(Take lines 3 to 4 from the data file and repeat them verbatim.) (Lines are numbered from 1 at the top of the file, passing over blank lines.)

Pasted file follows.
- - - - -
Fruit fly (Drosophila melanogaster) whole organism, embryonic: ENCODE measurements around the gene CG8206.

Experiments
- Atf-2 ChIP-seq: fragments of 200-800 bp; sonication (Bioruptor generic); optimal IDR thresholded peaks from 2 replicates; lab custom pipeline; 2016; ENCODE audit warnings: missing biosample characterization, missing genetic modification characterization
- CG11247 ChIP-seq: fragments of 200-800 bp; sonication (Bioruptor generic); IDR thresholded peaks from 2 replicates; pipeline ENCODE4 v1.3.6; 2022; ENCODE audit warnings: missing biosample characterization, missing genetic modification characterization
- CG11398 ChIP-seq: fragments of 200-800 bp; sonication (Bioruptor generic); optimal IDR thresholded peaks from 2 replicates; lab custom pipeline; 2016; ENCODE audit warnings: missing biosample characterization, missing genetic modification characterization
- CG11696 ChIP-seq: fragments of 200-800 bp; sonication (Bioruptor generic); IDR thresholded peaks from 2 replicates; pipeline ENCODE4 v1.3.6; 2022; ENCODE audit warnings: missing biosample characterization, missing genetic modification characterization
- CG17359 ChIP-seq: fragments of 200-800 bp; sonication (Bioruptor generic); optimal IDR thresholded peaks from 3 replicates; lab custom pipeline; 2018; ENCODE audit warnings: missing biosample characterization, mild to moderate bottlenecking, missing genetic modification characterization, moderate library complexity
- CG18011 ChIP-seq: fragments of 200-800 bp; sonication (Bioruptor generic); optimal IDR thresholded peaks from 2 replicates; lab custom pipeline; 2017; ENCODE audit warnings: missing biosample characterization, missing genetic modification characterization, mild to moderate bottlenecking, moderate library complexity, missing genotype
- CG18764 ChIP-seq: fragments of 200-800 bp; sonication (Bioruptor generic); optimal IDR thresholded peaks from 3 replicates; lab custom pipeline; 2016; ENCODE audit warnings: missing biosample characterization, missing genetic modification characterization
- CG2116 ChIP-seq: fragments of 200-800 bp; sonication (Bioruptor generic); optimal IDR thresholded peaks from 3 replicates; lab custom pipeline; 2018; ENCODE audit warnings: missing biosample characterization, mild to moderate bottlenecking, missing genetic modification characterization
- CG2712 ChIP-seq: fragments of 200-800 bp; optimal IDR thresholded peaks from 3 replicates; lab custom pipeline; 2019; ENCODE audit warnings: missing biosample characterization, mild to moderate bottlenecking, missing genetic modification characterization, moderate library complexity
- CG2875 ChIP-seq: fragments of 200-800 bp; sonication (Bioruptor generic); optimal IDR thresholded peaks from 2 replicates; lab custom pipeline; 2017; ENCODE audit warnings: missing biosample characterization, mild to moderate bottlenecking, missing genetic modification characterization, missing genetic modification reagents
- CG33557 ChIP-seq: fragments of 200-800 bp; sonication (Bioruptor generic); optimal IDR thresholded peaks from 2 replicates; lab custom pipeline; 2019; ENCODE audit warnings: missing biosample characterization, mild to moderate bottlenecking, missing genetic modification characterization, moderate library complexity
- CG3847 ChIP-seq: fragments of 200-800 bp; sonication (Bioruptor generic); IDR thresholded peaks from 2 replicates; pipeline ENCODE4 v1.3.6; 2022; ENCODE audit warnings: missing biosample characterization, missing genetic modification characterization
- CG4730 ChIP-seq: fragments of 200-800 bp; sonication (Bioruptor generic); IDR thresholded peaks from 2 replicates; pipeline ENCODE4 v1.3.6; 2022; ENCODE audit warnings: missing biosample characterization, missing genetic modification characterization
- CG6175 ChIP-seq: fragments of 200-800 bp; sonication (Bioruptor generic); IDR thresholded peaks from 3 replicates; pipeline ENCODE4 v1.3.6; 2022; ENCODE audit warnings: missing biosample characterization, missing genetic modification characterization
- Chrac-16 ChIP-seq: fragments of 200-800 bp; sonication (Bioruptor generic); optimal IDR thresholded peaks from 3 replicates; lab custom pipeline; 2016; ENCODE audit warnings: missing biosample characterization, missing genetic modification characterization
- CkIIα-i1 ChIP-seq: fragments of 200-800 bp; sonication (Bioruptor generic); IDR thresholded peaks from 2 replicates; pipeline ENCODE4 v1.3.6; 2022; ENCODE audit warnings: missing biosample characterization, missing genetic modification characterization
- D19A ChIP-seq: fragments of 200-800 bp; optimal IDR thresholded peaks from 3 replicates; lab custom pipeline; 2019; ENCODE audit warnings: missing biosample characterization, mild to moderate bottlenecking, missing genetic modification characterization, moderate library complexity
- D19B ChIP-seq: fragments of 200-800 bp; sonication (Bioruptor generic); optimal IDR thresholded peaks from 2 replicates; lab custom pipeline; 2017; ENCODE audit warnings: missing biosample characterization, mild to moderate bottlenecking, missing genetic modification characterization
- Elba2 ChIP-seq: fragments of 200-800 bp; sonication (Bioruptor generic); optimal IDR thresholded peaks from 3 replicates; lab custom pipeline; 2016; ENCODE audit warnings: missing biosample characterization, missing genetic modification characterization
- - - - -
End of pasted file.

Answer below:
- Atf-2 ChIP-seq: fragments of 200-800 bp; sonication (Bioruptor generic); optimal IDR thresholded peaks from 2 replicates; lab custom pipeline; 2016; ENCODE audit warnings: missing biosample characterization, missing genetic modification characterization
- CG11247 ChIP-seq: fragments of 200-800 bp; sonication (Bioruptor generic); IDR thresholded peaks from 2 replicates; pipeline ENCODE4 v1.3.6; 2022; ENCODE audit warnings: missing biosample characterization, missing genetic modification characterization